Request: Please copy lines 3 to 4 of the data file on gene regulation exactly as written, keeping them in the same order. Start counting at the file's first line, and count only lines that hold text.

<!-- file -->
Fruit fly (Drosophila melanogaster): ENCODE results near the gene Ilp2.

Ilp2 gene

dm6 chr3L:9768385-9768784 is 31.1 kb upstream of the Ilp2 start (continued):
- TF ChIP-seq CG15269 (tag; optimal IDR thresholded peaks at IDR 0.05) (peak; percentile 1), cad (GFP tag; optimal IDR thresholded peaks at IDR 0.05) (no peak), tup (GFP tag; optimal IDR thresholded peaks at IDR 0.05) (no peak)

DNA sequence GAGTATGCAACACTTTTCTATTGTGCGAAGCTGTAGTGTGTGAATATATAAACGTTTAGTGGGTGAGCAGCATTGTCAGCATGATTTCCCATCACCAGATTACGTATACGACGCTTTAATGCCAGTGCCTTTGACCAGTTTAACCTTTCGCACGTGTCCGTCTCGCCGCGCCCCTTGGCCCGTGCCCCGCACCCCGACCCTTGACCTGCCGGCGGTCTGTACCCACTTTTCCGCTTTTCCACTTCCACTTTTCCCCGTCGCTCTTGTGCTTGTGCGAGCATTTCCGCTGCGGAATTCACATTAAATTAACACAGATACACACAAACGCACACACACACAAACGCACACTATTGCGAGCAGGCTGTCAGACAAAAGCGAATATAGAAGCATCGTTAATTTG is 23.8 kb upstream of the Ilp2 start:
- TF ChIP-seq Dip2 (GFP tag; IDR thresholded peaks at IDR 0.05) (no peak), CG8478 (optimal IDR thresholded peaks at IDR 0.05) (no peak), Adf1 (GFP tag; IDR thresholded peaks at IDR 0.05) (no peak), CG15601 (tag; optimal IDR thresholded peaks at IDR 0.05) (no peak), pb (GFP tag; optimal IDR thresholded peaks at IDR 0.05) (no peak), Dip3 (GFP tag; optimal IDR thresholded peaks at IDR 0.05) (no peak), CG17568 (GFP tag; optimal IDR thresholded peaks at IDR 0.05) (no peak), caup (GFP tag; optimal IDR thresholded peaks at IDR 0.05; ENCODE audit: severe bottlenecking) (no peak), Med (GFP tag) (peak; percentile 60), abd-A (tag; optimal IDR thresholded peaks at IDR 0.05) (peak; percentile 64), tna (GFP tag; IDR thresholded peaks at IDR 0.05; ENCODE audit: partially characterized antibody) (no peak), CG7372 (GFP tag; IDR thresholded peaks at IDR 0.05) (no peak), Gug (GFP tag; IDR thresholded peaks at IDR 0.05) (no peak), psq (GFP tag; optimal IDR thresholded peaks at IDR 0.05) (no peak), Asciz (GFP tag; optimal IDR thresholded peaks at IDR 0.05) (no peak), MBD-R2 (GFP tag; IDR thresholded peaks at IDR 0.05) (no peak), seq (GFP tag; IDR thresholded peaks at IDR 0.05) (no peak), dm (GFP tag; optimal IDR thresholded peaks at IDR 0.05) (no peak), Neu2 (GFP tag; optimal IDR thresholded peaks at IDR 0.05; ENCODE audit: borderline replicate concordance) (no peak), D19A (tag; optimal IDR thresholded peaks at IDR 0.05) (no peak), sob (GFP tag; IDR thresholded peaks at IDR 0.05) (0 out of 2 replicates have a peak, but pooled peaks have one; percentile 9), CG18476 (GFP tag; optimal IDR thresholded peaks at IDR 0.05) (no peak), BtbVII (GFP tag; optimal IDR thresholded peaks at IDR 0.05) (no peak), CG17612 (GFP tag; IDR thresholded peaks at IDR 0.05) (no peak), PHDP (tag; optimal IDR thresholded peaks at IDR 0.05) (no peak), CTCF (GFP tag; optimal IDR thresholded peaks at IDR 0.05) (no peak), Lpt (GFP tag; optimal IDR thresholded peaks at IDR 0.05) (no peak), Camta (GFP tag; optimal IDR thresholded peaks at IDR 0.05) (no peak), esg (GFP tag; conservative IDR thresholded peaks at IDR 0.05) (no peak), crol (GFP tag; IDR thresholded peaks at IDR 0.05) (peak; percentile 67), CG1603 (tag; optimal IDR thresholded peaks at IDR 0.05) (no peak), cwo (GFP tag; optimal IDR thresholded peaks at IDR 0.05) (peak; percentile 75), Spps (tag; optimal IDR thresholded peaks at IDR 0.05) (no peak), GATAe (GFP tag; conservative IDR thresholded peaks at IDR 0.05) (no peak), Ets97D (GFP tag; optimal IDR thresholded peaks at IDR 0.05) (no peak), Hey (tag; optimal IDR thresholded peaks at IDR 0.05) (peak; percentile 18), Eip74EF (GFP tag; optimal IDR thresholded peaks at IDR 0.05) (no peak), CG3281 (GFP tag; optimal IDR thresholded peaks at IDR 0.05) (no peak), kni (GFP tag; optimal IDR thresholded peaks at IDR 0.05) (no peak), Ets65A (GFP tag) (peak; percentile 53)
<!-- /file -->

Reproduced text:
dm6 chr3L:9768385-9768784 is 31.1 kb upstream of the Ilp2 start (continued):
- TF ChIP-seq CG15269 (tag; optimal IDR thresholded peaks at IDR 0.05) (peak; percentile 1), cad (GFP tag; optimal IDR thresholded peaks at IDR 0.05) (no peak), tup (GFP tag; optimal IDR thresholded peaks at IDR 0.05) (no peak)